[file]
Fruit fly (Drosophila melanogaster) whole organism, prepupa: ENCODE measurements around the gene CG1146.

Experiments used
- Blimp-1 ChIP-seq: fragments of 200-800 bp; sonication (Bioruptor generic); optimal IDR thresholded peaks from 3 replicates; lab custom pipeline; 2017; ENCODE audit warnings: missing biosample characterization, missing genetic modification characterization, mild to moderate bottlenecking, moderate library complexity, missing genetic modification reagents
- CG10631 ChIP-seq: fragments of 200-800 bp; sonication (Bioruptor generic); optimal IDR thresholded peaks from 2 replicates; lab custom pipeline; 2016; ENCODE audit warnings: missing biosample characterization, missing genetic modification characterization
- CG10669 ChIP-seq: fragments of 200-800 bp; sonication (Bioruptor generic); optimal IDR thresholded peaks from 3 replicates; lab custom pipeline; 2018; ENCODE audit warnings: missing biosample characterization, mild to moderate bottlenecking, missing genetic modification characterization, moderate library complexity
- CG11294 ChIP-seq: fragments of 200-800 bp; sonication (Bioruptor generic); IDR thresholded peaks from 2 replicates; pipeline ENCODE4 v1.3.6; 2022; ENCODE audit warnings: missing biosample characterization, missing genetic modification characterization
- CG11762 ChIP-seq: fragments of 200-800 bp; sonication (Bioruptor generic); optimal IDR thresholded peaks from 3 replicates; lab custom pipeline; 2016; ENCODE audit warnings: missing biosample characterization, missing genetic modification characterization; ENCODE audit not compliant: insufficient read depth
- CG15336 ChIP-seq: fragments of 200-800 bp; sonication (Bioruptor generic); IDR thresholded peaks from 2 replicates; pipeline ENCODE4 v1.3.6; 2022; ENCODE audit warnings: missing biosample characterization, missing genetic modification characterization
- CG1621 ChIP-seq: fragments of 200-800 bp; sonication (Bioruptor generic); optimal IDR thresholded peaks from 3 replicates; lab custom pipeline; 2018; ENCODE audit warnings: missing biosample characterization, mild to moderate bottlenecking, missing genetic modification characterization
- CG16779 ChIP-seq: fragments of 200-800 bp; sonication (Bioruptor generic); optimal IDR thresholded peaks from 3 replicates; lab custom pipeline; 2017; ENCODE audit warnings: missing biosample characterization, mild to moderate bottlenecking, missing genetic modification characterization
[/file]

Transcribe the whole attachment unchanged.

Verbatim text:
Fruit fly (Drosophila melanogaster) whole organism, prepupa: ENCODE measurements around the gene CG1146.

Experiments used
- Blimp-1 ChIP-seq: fragments of 200-800 bp; sonication (Bioruptor generic); optimal IDR thresholded peaks from 3 replicates; lab custom pipeline; 2017; ENCODE audit warnings: missing biosample characterization, missing genetic modification characterization, mild to moderate bottlenecking, moderate library complexity, missing genetic modification reagents
- CG10631 ChIP-seq: fragments of 200-800 bp; sonication (Bioruptor generic); optimal IDR thresholded peaks from 2 replicates; lab custom pipeline; 2016; ENCODE audit warnings: missing biosample characterization, missing genetic modification characterization
- CG10669 ChIP-seq: fragments of 200-800 bp; sonication (Bioruptor generic); optimal IDR thresholded peaks from 3 replicates; lab custom pipeline; 2018; ENCODE audit warnings: missing biosample characterization, mild to moderate bottlenecking, missing genetic modification characterization, moderate library complexity
- CG11294 ChIP-seq: fragments of 200-800 bp; sonication (Bioruptor generic); IDR thresholded peaks from 2 replicates; pipeline ENCODE4 v1.3.6; 2022; ENCODE audit warnings: missing biosample characterization, missing genetic modification characterization
- CG11762 ChIP-seq: fragments of 200-800 bp; sonication (Bioruptor generic); optimal IDR thresholded peaks from 3 replicates; lab custom pipeline; 2016; ENCODE audit warnings: missing biosample characterization, missing genetic modification characterization; ENCODE audit not compliant: insufficient read depth
- CG15336 ChIP-seq: fragments of 200-800 bp; sonication (Bioruptor generic); IDR thresholded peaks from 2 replicates; pipeline ENCODE4 v1.3.6; 2022; ENCODE audit warnings: missing biosample characterization, missing genetic modification characterization
- CG1621 ChIP-seq: fragments of 200-800 bp; sonication (Bioruptor generic); optimal IDR thresholded peaks from 3 replicates; lab custom pipeline; 2018; ENCODE audit warnings: missing biosample characterization, mild to moderate bottlenecking, missing genetic modification characterization
- CG16779 ChIP-seq: fragments of 200-800 bp; sonication (Bioruptor generic); optimal IDR thresholded peaks from 3 replicates; lab custom pipeline; 2017; ENCODE audit warnings: missing biosample characterization, mild to moderate bottlenecking, missing genetic modification characterization